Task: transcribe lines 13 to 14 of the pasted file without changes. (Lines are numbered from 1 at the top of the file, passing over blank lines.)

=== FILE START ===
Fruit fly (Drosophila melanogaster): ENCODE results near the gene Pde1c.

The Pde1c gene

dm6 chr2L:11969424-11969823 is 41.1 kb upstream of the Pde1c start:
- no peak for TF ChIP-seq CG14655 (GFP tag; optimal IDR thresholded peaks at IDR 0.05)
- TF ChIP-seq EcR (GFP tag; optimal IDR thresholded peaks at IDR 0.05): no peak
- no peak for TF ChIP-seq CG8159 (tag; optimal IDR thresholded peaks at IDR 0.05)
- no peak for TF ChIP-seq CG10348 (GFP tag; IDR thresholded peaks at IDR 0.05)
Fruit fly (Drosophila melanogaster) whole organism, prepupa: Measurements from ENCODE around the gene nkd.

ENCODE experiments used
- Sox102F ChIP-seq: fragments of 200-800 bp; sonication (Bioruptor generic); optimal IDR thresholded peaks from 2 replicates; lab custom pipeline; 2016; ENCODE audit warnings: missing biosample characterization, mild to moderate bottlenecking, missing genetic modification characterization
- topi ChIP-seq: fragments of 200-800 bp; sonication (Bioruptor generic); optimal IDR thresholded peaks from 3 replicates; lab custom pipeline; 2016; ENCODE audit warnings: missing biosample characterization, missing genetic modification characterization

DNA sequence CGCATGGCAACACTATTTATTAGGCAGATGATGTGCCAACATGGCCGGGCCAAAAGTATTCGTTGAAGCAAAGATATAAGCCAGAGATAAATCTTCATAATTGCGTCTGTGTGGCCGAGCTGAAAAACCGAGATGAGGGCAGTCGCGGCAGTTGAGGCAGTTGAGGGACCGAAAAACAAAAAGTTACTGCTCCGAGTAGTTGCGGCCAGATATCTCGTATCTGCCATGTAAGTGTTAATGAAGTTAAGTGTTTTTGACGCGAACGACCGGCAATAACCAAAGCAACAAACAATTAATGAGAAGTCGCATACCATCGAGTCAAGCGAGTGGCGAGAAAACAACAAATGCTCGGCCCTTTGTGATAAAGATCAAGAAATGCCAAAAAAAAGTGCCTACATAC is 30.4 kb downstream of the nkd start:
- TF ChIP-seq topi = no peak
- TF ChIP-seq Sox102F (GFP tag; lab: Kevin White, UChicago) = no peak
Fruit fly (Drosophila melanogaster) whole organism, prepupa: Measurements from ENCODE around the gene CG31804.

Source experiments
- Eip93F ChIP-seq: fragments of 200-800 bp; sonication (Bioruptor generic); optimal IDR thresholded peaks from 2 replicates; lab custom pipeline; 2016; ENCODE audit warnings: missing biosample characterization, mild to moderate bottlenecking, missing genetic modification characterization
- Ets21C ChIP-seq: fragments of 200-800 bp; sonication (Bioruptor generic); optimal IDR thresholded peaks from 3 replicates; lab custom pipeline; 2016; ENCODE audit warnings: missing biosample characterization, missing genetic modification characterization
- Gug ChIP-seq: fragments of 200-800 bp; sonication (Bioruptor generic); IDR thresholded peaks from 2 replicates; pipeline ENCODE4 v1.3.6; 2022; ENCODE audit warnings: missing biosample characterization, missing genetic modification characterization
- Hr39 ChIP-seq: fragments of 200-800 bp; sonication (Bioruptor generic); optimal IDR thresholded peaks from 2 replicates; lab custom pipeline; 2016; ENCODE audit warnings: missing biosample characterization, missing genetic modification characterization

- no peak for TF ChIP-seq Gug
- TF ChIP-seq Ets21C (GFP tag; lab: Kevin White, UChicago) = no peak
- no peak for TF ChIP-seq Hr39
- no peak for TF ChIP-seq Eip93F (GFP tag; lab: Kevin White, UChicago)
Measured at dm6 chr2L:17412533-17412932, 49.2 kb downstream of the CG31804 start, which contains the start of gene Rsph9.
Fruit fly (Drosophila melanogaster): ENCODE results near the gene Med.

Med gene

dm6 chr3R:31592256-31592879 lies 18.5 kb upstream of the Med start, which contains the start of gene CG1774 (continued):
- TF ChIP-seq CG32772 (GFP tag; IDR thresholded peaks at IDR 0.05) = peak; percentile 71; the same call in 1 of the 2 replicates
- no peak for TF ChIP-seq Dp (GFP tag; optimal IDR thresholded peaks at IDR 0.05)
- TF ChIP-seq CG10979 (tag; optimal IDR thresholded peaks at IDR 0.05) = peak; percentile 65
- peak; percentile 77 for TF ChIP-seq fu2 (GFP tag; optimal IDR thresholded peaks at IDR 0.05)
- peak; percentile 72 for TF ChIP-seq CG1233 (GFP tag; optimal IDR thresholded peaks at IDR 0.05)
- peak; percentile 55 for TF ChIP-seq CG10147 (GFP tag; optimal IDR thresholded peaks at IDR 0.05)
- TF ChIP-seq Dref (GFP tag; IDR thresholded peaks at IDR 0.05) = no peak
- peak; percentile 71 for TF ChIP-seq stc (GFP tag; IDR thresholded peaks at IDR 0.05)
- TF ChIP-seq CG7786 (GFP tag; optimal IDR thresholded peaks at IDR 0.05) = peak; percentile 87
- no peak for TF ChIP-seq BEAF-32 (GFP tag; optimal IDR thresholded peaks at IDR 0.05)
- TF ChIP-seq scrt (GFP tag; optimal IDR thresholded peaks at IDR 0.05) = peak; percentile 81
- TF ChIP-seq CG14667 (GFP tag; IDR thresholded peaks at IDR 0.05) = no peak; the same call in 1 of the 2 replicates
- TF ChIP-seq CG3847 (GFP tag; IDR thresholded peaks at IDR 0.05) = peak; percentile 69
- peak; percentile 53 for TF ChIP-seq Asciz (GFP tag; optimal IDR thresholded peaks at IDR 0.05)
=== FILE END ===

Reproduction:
- TF ChIP-seq topi = no peak
- TF ChIP-seq Sox102F (GFP tag; lab: Kevin White, UChicago) = no peak